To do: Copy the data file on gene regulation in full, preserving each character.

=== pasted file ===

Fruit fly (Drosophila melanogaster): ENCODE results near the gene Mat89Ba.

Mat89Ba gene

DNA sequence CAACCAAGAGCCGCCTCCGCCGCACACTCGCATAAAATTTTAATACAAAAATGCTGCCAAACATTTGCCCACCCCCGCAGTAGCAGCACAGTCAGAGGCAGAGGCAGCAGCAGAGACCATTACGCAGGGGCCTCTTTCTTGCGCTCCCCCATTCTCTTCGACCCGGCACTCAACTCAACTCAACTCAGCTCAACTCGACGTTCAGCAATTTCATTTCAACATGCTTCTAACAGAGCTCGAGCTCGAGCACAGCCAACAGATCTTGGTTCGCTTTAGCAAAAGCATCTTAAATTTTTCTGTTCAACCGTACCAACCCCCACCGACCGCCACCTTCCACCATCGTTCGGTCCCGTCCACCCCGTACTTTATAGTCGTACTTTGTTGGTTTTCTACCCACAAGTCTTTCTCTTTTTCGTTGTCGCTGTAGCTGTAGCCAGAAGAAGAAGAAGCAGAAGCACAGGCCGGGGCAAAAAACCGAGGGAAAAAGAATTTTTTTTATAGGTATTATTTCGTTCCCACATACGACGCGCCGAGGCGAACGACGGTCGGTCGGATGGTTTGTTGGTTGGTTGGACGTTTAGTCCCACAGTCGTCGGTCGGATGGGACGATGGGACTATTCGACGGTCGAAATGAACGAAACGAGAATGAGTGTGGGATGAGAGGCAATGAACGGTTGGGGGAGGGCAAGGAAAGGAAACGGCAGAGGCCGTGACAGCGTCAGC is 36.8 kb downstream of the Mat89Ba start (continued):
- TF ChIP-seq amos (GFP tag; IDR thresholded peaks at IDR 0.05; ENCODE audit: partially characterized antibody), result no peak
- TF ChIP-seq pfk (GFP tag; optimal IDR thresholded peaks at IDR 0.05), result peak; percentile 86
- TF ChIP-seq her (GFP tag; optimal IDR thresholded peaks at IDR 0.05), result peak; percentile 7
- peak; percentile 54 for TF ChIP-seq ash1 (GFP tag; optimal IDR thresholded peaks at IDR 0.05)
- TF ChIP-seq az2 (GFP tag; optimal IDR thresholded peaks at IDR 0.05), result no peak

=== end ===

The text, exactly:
Fruit fly (Drosophila melanogaster): ENCODE results near the gene Mat89Ba.

Mat89Ba gene

DNA sequence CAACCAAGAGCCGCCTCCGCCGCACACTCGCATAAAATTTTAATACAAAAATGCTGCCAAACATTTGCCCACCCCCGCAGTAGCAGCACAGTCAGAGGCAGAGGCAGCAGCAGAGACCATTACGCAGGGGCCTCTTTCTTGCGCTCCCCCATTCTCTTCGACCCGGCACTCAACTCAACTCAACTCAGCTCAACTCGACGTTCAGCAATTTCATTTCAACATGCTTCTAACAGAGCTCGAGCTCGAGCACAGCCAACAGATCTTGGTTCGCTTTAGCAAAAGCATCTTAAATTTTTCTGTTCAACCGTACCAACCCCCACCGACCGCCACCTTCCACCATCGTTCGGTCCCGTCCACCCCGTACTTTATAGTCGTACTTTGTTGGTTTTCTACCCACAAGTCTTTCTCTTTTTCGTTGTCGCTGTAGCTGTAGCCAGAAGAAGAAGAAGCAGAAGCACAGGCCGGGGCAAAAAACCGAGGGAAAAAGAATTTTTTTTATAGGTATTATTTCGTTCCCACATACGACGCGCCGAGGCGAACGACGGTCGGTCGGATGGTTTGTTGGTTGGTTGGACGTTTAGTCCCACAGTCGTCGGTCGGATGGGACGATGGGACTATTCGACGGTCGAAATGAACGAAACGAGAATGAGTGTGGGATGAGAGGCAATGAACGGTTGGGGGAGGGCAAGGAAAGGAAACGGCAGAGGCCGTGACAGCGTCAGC is 36.8 kb downstream of the Mat89Ba start (continued):
- TF ChIP-seq amos (GFP tag; IDR thresholded peaks at IDR 0.05; ENCODE audit: partially characterized antibody), result no peak
- TF ChIP-seq pfk (GFP tag; optimal IDR thresholded peaks at IDR 0.05), result peak; percentile 86
- TF ChIP-seq her (GFP tag; optimal IDR thresholded peaks at IDR 0.05), result peak; percentile 7
- peak; percentile 54 for TF ChIP-seq ash1 (GFP tag; optimal IDR thresholded peaks at IDR 0.05)
- TF ChIP-seq az2 (GFP tag; optimal IDR thresholded peaks at IDR 0.05), result no peak